Graphene has been theorized by scientists for decades, but it was only in 2004 that these atom-thin sheets of carbon (in the form of graphite) were isolated, leading to the two scientists responsible for the feat — Andre Geim and Konstantin Novoselov at the University of Manchester — being awarded the 2010 Nobel Prize in Physics. This material has many unusual properties that have excited researchers ever since it was isolated for its potential applications in fields as diverse as energy, electronics, medicine, sensors, light processing, and water filtration.
But science would be no good if it was content with what has been discovered over a decade ago, and scientists have been on the lookout for new nanomaterials that go beyond graphene. One such researcher who has been successful in this endeavor is Alexandra Boltasseva, a professor at the Purdue University, West Lafayette, Indiana. At the ongoing 4th International Conference on Quantum Technologies in Moscow, she sat down with the International Business Times to talk about the work she is doing, and why it matters, starting with why it is important to not be content with graphene.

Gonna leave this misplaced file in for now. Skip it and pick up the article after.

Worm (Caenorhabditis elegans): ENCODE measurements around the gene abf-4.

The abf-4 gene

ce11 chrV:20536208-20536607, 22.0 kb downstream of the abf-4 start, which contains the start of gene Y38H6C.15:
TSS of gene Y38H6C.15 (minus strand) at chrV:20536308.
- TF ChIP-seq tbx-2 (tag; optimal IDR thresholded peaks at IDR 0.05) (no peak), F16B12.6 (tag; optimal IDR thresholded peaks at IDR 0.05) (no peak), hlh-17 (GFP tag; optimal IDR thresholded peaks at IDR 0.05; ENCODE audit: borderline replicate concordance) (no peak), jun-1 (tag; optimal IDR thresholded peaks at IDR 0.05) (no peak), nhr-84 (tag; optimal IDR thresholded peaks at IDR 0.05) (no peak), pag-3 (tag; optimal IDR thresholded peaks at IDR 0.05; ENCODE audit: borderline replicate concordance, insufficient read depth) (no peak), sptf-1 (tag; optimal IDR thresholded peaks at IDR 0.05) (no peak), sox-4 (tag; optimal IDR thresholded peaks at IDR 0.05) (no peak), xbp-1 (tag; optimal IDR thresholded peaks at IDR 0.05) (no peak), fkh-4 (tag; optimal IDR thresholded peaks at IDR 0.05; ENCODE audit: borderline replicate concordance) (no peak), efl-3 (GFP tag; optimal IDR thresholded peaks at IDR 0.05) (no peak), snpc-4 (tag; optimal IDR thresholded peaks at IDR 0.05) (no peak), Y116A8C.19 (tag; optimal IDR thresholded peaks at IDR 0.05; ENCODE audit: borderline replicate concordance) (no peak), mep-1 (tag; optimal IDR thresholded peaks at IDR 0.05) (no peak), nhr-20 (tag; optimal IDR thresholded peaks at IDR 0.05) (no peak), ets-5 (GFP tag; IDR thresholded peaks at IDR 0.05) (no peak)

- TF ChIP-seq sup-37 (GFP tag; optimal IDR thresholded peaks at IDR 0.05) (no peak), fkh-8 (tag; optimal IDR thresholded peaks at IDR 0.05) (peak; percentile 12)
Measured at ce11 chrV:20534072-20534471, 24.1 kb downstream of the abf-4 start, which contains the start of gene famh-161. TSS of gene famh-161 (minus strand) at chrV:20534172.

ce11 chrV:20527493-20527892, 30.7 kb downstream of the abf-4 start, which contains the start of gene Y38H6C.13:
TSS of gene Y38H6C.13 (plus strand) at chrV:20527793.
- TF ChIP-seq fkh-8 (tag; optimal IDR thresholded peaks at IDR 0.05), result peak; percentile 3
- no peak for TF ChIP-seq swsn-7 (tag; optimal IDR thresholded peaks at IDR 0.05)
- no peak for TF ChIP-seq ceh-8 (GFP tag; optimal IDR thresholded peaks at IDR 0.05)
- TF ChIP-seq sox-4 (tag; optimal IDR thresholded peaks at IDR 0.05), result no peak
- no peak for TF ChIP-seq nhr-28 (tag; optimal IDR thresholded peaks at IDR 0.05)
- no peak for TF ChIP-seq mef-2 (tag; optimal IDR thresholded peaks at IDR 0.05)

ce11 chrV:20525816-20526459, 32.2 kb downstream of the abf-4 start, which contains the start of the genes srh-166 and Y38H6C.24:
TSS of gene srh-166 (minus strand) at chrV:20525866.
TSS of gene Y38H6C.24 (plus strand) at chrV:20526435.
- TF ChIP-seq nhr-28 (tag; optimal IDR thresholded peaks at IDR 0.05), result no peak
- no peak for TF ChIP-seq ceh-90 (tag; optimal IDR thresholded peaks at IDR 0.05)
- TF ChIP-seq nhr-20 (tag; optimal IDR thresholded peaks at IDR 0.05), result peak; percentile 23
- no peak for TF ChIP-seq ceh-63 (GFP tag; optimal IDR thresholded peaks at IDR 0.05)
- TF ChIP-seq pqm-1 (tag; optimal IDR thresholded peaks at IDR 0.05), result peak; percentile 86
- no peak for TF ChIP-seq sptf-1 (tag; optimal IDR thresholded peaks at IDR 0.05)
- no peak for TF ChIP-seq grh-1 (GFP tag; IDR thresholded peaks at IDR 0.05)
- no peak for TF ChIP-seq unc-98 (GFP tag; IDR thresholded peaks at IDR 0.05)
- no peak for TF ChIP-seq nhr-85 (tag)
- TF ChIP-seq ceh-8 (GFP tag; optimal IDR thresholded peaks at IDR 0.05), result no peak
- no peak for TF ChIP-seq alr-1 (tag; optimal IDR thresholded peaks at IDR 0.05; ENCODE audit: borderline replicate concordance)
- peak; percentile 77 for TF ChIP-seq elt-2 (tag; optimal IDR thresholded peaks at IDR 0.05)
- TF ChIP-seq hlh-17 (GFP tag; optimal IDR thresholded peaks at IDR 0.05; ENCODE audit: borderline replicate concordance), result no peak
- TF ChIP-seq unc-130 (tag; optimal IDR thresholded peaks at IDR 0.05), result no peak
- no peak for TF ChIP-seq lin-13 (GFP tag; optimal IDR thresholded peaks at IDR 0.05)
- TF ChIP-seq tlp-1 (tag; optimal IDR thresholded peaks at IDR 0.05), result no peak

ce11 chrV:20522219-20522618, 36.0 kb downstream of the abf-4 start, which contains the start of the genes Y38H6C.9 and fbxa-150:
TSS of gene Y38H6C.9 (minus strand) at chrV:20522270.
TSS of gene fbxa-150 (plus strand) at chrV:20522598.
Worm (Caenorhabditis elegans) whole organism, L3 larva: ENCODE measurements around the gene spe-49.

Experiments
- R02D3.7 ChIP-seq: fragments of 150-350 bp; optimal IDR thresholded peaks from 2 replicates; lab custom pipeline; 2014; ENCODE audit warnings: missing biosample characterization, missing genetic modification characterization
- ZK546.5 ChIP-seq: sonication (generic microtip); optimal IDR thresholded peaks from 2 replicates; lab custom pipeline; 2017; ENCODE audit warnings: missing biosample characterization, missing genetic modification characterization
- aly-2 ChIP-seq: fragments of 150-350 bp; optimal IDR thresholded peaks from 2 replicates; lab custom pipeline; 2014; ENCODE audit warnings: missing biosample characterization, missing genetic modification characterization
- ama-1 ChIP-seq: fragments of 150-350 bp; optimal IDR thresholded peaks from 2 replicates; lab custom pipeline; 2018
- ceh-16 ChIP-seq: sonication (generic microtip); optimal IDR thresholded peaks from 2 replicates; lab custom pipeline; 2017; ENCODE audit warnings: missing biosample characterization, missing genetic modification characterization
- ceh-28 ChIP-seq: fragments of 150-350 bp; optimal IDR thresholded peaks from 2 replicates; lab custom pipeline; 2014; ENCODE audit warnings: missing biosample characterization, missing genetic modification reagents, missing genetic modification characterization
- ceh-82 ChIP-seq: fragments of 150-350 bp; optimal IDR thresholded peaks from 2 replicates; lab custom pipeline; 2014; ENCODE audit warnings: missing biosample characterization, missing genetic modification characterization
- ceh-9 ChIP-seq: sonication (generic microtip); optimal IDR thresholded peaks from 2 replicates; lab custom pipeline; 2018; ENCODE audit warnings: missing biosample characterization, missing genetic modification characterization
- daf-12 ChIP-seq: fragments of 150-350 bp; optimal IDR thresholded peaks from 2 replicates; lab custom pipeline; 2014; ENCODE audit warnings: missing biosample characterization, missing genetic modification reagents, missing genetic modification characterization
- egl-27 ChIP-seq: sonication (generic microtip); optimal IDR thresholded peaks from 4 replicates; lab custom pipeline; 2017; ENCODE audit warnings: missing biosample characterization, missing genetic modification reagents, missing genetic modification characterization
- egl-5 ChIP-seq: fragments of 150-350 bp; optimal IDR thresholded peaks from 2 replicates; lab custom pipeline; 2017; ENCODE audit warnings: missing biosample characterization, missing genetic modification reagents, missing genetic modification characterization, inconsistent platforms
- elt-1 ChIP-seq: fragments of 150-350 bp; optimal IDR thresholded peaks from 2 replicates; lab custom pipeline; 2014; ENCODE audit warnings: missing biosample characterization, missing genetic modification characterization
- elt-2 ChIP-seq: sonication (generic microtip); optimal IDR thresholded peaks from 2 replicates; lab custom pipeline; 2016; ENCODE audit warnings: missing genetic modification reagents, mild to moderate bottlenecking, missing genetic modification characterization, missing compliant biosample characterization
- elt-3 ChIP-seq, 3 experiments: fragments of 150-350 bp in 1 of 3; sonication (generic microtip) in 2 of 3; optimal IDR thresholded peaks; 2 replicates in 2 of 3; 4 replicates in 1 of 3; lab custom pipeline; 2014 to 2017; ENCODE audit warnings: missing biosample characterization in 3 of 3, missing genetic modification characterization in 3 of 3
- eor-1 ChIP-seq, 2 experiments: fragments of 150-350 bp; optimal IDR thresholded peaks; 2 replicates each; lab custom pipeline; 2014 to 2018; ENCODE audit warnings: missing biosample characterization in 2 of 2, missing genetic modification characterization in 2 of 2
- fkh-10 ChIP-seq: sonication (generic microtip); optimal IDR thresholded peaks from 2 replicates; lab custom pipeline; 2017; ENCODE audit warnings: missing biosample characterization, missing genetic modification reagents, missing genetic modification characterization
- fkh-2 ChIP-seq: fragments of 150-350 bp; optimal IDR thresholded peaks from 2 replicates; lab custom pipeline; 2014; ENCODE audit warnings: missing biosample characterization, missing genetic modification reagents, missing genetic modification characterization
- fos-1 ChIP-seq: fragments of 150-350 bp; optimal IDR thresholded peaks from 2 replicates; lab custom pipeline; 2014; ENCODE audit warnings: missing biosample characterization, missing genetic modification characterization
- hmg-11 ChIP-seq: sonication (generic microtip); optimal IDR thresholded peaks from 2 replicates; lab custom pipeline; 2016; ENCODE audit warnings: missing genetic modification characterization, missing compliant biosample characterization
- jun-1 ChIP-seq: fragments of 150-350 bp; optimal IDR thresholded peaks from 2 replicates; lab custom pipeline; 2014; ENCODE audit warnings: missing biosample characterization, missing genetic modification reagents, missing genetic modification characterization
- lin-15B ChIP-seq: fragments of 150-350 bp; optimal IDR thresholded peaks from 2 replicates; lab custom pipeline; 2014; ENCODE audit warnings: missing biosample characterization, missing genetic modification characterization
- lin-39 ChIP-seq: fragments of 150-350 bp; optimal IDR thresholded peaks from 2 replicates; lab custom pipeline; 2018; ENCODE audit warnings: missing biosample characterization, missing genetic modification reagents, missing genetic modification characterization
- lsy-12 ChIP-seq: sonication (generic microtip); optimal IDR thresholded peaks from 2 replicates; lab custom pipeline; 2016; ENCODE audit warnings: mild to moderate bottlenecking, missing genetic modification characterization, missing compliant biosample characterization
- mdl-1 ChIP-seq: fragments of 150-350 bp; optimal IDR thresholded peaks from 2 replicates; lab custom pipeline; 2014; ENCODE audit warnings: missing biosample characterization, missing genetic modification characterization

“Lasers and optical fibers could have been invented long before they actually were. Everyone already knew how to guide light inside dielectrics, but it was only when people developed the right materials with the right set of properties and the right purity that we got internet connections between continents that allow us to Skype and use social media. It is the same sort of thing. In order to enable technologies, we ought to look in materials and see what new properties we can bring to the table. We appreciate and love graphene, and work with it, but that is not the end, it is just the beginning,” she said.
The full story is available below.
Source: International Business Times